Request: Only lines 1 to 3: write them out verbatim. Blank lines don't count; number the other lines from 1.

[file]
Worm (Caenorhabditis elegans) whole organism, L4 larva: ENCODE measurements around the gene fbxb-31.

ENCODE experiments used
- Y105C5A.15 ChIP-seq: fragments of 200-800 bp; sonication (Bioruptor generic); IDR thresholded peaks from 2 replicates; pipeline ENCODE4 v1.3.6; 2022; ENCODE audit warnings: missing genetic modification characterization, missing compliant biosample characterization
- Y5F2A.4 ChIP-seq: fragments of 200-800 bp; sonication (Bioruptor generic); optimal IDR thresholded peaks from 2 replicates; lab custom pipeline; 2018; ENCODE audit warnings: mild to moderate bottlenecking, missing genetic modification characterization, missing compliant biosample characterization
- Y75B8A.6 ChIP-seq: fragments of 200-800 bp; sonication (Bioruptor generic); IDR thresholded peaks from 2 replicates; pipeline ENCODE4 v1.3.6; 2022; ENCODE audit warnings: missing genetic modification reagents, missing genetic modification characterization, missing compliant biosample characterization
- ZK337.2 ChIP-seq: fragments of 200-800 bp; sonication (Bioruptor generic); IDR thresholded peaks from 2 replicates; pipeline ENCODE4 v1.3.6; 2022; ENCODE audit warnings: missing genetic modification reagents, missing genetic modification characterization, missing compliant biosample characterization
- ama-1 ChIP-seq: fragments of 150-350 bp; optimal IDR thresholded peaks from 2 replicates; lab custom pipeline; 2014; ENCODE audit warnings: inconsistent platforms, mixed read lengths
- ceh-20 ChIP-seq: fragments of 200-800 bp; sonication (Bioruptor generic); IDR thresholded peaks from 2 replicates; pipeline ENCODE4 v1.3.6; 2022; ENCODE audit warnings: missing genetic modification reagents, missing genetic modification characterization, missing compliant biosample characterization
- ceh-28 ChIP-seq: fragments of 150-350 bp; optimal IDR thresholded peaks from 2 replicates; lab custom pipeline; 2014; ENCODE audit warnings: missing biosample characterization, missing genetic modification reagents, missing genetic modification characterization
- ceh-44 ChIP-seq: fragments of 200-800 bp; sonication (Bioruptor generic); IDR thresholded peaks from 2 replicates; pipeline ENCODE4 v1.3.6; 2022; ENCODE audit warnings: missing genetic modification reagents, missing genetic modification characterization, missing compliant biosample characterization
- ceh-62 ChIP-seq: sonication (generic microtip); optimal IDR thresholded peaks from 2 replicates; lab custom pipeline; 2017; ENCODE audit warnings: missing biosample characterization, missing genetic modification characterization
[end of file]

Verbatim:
Worm (Caenorhabditis elegans) whole organism, L4 larva: ENCODE measurements around the gene fbxb-31.

ENCODE experiments used
- Y105C5A.15 ChIP-seq: fragments of 200-800 bp; sonication (Bioruptor generic); IDR thresholded peaks from 2 replicates; pipeline ENCODE4 v1.3.6; 2022; ENCODE audit warnings: missing genetic modification characterization, missing compliant biosample characterization